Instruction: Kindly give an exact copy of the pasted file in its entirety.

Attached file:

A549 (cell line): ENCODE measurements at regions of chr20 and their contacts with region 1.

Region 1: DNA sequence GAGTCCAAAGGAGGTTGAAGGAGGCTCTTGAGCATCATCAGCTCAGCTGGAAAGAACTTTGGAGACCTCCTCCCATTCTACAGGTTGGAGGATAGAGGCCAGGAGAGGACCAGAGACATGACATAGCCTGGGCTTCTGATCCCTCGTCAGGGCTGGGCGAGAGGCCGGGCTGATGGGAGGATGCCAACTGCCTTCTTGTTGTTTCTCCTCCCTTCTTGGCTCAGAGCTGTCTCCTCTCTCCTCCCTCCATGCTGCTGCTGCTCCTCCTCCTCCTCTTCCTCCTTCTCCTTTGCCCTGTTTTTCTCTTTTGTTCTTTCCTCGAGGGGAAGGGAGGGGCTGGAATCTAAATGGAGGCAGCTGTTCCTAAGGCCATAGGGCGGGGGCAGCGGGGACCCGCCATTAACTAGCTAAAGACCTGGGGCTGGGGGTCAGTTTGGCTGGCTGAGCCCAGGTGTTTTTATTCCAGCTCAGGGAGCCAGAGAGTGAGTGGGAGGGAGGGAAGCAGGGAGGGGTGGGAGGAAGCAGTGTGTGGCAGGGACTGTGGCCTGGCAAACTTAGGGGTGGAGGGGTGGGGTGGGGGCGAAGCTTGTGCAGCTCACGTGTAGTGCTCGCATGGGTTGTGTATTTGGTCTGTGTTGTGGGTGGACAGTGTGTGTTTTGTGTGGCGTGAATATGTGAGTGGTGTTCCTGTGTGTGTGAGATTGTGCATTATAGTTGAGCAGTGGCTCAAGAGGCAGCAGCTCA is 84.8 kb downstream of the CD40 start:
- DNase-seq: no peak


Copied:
A549 (cell line): ENCODE measurements at regions of chr20 and their contacts with region 1.

Region 1: DNA sequence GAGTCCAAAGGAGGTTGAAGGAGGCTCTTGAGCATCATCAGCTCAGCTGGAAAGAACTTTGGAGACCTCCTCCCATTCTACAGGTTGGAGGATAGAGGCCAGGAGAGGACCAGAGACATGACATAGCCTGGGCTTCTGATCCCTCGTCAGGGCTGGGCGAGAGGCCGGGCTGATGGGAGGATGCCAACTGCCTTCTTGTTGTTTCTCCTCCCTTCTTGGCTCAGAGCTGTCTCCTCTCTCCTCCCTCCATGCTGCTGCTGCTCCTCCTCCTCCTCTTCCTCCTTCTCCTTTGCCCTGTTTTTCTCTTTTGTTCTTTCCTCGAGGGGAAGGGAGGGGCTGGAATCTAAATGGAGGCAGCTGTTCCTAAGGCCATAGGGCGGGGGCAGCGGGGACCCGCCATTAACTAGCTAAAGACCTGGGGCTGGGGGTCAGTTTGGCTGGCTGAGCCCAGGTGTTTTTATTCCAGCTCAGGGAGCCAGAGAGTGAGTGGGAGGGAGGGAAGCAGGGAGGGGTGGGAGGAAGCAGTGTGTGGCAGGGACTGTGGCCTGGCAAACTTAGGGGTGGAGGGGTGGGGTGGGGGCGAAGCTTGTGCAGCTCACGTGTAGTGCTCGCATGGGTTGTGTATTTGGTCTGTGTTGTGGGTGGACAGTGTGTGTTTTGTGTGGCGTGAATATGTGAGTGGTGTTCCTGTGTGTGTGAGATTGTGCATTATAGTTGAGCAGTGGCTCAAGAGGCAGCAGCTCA is 84.8 kb downstream of the CD40 start:
- DNase-seq: no peak